The land of Allanoth has long been menaced by the Riders, magical emissaries of the Blazing One, ruler of the rival realm of Manan. Three mages—Esclin Aubrinos, Alcis Mirielos, and the Rivermaster of Riverholme—come together in an alliance to defend Allanoth with their combined powers. For two decades this alliance has held.
This year, however, the omens turn against Esclin. Prophecy tells that Esclin’s fortress—along with all Allanoth—will fall when entered by a priest of the Blazing One. To prevent this, Esclin must acquire a special sword made from meteoric iron. Unfortunately, the omens say that when Esclin wields this sword, he is destined to betray his cause.
In a delicious struggle between fate and free will, Esclin tries to evade the prophecies . . . with each step taking him closer to a terrible doom.
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NewCon Press, 305 pages, $15.99 (paperback)
iBooks, Kindle, Nook: $5.99 (e-book)
Series: Polity Universe
Genre: Short SF
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The real world of the publishing industry shares one big factor with a lot of science fiction: warped time. Publishing, especially traditional publishing, runs on a number of different and non-intuitive time scales. As a trivial example, these words are appearing in the May/June issue of Analog, which will probably be released in early Spring; but I’m writing them at the end of January.
This type of temporal discrepancy shows up particularly with big, momentous events in the real world. Take the COVID-19 pandemic—only now (my now, not yours) is written SF beginning to reflect the disease’s impact.
Case in point: Neal Asher’s new collection Lockdown Tales. During his enforced time sheltering at home, Asher kept busy by tackling a number of short fiction projects. By June he had five brand-new novellas, plus an older one he’d reworked. This collection presents those stories.
These six novellas are all set in Asher’s Polity universe: a far-future galaxy with advanced technology that borders on magic. “The Relict” is a tale of the Polity’s far future, after civilization has collapsed. “Monitor Logan” takes inspiration from spaghetti westerns; “Bad Boy” explores the hostile lifeforms of the planet Spatterjay and borders on horror.
In “Plenty,” another story of the era after the Polity, a castaway on a remote planet must deal with the results of abandoned bio-technology. “Dr. Whip” involves the mad AI called Penny Royal, a legendary genie-like figure who offers personal transformation that always comes with a catch. Finally, “Raising Moloch” takes a look at the problem of immortality—namely, what happens when the immortal is threatened by boredom and ennui?
If you’re a fan of Asher’s Polity universe, this collection is a no-brainer. If you’re looking for an easy way to get a taste of the milieu, this is the book you want.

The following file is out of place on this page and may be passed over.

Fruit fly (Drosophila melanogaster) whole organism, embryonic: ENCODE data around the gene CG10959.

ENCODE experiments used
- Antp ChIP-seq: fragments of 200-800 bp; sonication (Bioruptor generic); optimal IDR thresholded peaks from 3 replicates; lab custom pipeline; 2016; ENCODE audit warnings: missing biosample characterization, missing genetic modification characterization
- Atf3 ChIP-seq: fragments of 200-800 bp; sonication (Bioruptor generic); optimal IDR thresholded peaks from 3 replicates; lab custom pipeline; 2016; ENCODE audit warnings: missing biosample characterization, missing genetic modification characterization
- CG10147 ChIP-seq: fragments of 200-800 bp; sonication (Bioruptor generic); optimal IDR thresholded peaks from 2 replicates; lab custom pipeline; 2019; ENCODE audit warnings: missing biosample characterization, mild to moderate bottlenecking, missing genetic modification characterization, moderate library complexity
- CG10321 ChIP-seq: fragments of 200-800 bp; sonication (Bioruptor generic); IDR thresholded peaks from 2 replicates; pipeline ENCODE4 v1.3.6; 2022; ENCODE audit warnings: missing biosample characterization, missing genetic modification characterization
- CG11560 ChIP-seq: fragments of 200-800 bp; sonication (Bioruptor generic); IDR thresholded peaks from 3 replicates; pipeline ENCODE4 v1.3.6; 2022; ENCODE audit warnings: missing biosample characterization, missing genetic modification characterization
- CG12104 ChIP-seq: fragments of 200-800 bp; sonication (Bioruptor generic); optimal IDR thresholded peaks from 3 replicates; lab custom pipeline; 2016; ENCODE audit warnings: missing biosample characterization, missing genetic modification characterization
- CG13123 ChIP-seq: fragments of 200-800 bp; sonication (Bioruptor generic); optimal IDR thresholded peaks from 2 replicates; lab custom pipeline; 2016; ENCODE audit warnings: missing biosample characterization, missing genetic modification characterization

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Sum: Forty Tales from the Afterlives
Vintage, 128 pages, $15.95 (trade paperback)
iBooks, Kindle, Nook: $9.99 (e-book)
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David Eagleman is a neuroscientist at Stanford and a tireless promoter of science for the general public. His PBS/BBC television series The Brain won an Emmy Award. He travels widely and lectures often. He’s written half a dozen popular books on neurology, psychology, and other biological topics.
Sum is an unusual and highly entertaining book of what we might call speculative philosophy. With tongue planted firmly in cheek, Eagleman presents 40 short visions of a possible afterlife. The goal isn’t to ponder life after death; just like the best science fiction, the goal is to step outside our everyday lives and look back from a different perspective.
Eagleman’s possible afterlives are hardly based in any recognizable theology. Instead, they’re philosophical thought experiments, each a few pages long with a catchy title.
In the title essay, “Sum,” one’s afterlife is spent reliving the events of one’s life—but re-ordered so that similar types of events happen consecutively. You’ve heard those statistics like “we spend a third of our lives asleep”—the Sum afterlife makes this literal. You spend “Three months doing laundry. Fifteen hours writing your signature. Two days tying your shoelaces.”
In “Mary,” we learn that God’s favorite book is Mary Shelley’s Frankenstein. He puts the author on a throne and gives her dominion over heaven. God Himself withdraws, endlessly rereading the book and identifying with Doctor Frankenstein, a fellow creator of life whose creation turned against him. . . .
“Great Expectations” posits a technological afterlife in which one’s consciousness is uploaded to powerful servers so that the dead can create any virtual reality they wish. Of course, no one has ever reported back, so we’re not sure the process actually works as advertised. In fact, it doesn’t: when you die you wind up in a conventional heaven of fluffy clouds, angels, and harpsongs. Unfortunately you’re bitterly disappointed, because it’s so much more boring than the marvelous virtual worlds you anticipated.
There are 37 other visions, each as provocative as the last. The book is a joy to read; for even more fun you might get together with some intelligent friends and spend some evenings reading random afterlives and discussing their ramifications.
And now, I do believe I’m out of space. See you next time.
Don Sakers is the author of Meat and Machine, Elevenses, the Rule of Five serial at rule-of-5.com, and A Cosmos of Many Mansions, a collection based on previous columns. For more information, visit http://donsakers.com/sw/.
Copyright © 2021 Don Sakers